I have also called the distributor of the switch in
Sweden and the message was "Yes, we know..." :-)
According to them, most KVM switches has problems
with laptops, it had something to do with the laptops
not beeing able to source enugh current on the 5V pin
in the PS/2 connector. Well, what do I know...

Still, I'm going to test the switch with a passive
Y-cable (split-cable) instead of the USB -> PS/2 conv.

Thanks all.
Jan-Erik.


Mike Hord [.....gaidinmdKILLspamspam@spam@HOTMAIL.COM]
> I don't know if that's going to help too much either.  My HP laptop usually
> fails to pick up the mouse when I connect it through my active KVM.  Only
> solution is to use a 2nd mouse through its USB connection.

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2003\08\21@094306 by M. Adam Davis

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mudlist.eorbit.net/~adam/pickey/connect.html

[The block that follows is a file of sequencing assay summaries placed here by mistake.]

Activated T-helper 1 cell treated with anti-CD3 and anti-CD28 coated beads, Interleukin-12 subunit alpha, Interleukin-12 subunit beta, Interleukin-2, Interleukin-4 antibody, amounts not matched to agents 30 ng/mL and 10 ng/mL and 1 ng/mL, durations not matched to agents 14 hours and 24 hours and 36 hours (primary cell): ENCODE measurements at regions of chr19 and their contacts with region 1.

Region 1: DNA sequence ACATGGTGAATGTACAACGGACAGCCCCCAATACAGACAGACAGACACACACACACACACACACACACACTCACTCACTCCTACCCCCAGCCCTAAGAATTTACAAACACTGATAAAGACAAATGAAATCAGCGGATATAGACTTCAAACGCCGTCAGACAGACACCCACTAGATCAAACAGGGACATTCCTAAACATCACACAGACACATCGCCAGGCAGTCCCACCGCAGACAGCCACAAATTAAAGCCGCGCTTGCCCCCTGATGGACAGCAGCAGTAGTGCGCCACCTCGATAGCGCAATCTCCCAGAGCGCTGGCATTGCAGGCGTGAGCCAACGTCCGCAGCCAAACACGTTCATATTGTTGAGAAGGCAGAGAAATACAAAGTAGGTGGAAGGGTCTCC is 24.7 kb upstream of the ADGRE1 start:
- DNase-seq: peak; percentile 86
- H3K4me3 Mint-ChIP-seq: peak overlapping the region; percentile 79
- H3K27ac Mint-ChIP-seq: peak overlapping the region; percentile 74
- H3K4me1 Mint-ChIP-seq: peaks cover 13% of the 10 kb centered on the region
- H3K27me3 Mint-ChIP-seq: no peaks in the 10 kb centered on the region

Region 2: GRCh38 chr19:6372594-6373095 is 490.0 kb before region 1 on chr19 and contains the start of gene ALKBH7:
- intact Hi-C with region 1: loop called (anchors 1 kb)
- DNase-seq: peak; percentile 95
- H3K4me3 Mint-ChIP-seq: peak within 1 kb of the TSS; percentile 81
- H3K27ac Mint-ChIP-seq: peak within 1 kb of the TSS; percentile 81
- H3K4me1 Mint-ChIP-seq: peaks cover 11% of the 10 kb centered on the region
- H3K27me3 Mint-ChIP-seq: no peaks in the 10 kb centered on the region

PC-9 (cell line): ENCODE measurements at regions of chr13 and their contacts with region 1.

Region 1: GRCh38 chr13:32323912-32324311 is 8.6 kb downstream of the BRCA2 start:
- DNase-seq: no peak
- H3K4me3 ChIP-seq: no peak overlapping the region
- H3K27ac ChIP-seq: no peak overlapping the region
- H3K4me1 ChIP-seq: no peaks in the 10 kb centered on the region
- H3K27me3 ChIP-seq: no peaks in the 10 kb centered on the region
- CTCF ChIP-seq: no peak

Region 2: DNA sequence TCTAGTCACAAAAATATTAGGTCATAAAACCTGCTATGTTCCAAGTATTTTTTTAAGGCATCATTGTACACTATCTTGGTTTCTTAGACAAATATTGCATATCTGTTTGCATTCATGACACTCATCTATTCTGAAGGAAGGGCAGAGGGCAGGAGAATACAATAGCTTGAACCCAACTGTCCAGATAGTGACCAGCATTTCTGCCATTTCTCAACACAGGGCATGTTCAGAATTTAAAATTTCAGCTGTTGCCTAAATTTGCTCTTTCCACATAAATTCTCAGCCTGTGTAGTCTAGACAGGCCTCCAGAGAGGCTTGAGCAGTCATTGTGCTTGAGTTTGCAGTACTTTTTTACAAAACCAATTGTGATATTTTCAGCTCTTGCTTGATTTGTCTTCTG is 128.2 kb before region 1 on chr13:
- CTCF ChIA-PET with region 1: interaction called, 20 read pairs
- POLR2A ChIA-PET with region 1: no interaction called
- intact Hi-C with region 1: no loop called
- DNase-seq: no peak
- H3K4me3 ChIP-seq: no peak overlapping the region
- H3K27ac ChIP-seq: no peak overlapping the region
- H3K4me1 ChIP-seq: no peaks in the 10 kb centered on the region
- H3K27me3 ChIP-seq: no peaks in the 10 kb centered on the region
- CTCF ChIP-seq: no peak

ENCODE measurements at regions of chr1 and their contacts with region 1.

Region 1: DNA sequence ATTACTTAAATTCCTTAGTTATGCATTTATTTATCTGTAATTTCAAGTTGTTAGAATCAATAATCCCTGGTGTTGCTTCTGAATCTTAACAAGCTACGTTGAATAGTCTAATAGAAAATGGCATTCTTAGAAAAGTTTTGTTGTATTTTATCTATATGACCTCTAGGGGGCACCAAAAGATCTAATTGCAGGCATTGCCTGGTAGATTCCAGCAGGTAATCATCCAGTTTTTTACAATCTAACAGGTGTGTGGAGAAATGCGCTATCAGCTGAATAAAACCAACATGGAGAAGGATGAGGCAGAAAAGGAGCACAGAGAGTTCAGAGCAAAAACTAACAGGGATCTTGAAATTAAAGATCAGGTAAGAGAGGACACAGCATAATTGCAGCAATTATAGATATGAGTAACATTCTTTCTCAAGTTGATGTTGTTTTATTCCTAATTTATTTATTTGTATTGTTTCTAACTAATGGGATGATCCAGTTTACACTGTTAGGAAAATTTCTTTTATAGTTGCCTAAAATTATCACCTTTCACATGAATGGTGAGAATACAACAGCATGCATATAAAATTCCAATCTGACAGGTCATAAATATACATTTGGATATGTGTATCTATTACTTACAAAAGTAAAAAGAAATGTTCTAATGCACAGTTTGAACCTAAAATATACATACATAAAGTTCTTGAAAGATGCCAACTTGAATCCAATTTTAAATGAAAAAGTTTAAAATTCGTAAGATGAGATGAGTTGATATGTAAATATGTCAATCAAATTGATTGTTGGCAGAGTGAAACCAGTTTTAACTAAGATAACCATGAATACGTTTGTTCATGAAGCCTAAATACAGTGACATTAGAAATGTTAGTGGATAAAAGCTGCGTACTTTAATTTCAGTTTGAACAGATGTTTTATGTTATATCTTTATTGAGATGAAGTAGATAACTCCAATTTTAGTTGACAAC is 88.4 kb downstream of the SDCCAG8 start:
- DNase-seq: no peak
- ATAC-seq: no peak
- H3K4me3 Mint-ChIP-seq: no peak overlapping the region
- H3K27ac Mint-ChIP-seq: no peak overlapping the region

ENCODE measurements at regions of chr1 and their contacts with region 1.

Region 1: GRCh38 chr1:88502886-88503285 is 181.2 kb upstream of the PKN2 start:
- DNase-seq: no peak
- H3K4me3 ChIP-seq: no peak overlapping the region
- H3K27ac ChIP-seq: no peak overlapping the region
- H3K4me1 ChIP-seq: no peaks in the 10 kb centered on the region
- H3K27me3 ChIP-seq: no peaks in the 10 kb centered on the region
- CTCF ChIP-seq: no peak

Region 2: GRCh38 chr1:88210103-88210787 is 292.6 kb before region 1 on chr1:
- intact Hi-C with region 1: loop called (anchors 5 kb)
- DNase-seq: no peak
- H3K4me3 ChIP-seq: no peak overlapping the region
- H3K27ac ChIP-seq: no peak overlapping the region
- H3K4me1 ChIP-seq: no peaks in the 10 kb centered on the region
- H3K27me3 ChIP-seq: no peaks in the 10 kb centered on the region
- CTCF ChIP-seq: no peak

Is a page that has the schematic and pinout of a typical laptop type
splitter.

However, mine doesn't label the keyboard or mouse on the splitter,
leading me to believe that the interface chip queries the devices and
determines which one it is based on the responses.  Having a brief look
at the two different (but similar) protocols I believe this would be
easy to do without damage.

Good luck!

-Adam

Jan-Erik Soderholm XA (TN/PAC) wrote:

{Quote hidden}

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2003\08\21@094928 by Nigel Orr

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pic microcontroller discussion list <> wrote on :

> My laptop has no problem at all picking up
> the mouse or keyboard. No matter which channel
> is selected on the switch. It's later the problems
> begins. And it's mainly the keyboard that is the
> trouble.

One other idea, which may not be suitable for your application- have you
looked at RealVNC- http://www.realvnc.com/

I use it regularly when I need multiple computers on my desk, they
effectively share the keyboard, mouse and monitor of one machine, they all
need to be networked somehow (ideally ethernet), but the installation is
_amazingly_ simple, and it works very well.  And there's no need for an
extra switch box, just switch to a different viewer.